"This is like advising the Indians in the 1800s that you don't have to invest in rifles. Just wait 10 years and those rifles will be a lot cheaper."
if you treat IT as a commodity, then you will use it as a commodity to little advantage.
JOHN M WILLIS BLOG
The biggest threat to the Internet as we know it may be developing out of the very reason why the Internet has been so successful. The focus of Net neutrality has been primarily on keeping the access network providers from getting too much control, but we may be risking the creation of a more fearsome monster in the cloud computing market.
If we imagine a true computing cloud, a virtual data center with a million or more host systems linked in some way, with literally trillions of bytes of online storage, where is the information we're looking for? Today, that place is usually a data center somewhere, a fixed location with a fixed address, but would it have to be? It doesn't matter as long as the "cloud" can somehow find it, somehow get some processing and information storage linked to our information needs.
From the perspective of the user, cloud computing could be applied seamlessly to pretty much any Internet experience -- without changing anything about how the browser interacted with the cloud/Internet. But inside the "cloud" the protocols and processes could look totally different. We have to distribute work, link processes to data, and link both data and processes to the users who have made the requests for service in the first place.
Sure, we could use TCP/IP and other Internet protocols, but IBM Corp. (NYSE: IBM) could also build clouds out of things like mainframe channel extension over fiber, and Microsoft Corp. (Nasdaq: MSFT), Google (Nasdaq: GOOG), and Amazon.com Inc. may have their own visions. Might the "Internet of the future" be something that looks like the Internet of today only in the way users get access to it?
We should care a lot about this, because the "giant cloud" vision of the Internet is probably not an alternate Internet architecture for all to play in, but rather an alternate Internet business model that favors only the giant players. It doesn't take a computer scientist and a VC to create a Website, but it darn sure takes a bunch of both to create a computing cloud. You could host your site and applications in somebody’s cloud, but how they work and what it costs you are now under their control. The notion of a cloud-computing-based Internet is the notion of an Internet that's tilting toward the very large players.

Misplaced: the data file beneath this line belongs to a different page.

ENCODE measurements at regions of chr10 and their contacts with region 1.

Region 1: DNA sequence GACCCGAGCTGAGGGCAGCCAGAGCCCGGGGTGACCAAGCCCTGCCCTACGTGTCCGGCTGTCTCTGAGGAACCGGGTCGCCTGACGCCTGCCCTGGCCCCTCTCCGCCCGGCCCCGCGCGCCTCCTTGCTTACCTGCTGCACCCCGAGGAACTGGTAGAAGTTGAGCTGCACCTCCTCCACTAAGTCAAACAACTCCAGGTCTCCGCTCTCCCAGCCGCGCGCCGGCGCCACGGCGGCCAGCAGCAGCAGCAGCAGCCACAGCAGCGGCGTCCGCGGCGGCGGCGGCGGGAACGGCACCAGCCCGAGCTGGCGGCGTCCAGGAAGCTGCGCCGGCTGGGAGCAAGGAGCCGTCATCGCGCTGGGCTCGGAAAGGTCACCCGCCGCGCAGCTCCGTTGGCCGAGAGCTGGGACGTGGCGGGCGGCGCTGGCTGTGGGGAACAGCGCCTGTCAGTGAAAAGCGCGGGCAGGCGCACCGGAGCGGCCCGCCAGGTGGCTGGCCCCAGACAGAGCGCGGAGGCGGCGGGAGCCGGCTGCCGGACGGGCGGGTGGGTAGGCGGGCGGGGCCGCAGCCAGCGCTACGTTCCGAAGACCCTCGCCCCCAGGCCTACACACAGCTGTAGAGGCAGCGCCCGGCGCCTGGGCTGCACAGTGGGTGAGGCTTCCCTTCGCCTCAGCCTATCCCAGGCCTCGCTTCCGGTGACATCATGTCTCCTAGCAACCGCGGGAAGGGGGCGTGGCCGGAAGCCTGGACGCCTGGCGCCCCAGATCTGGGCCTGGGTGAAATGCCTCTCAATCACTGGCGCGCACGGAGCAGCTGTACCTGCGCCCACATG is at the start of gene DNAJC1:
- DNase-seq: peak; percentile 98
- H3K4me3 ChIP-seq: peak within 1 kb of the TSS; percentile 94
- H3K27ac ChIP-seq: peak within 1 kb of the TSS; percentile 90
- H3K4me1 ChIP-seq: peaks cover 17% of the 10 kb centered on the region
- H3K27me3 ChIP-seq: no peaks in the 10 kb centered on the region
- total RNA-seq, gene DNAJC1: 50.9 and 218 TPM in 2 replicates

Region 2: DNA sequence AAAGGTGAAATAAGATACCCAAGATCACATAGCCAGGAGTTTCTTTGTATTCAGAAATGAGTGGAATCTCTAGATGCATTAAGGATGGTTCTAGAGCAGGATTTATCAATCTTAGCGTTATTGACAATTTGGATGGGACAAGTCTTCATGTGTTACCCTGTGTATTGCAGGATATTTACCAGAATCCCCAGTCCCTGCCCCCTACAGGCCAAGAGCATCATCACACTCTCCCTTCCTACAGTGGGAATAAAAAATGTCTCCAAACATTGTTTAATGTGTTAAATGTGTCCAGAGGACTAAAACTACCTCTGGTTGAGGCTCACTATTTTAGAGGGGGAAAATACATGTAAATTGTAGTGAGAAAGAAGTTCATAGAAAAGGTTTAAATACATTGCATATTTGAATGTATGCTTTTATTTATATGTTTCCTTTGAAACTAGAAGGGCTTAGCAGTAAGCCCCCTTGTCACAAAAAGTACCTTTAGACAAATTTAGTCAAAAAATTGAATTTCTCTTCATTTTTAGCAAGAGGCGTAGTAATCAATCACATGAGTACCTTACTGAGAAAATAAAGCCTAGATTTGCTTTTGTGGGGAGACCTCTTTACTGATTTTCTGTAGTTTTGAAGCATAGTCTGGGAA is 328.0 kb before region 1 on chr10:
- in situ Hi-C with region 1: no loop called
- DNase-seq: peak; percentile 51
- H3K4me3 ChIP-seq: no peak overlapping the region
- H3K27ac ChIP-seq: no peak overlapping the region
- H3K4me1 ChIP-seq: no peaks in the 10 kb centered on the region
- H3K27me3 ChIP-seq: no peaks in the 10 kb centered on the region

Gee, isn't that what's also happening in broadband access and mobile Internet? The capital cost of laying fiber to deliver wireline broadband or buying spectrum and deploying cell towers for wireless broadband keeps even some giants like Google out of the access market. Suppose the cloud guys and the access guys get together? Could we end up with an "open Internet" consisting of a dozen major providers, and if so, how "open" would it be? Some of these questions have now been raised in the Net neutrality debates, so the problem is real.
Bits are getting cheaper every year and there is no shortage of equipment vendors or new technologies to keep that trend moving forward. Content is another matter; that’s where the real money is. Wrap content deals in cloud technology, create some access partnerships, and you could create an "experience industry" that has more power than the current Hollywood studios or TV networks or search engines because it could be the sum of them all.
Standards won’t help protect the openness of this new “cloud space.” There’s an Open Grid Forum, but it doesn’t really guarantee that the cloud, or grid, will be as “open” as the Internet. Somebody needs to do that before we make a truly transforming change in how the Internet works.
— Tom Nolle, software engineer and founder of CIMI Corp.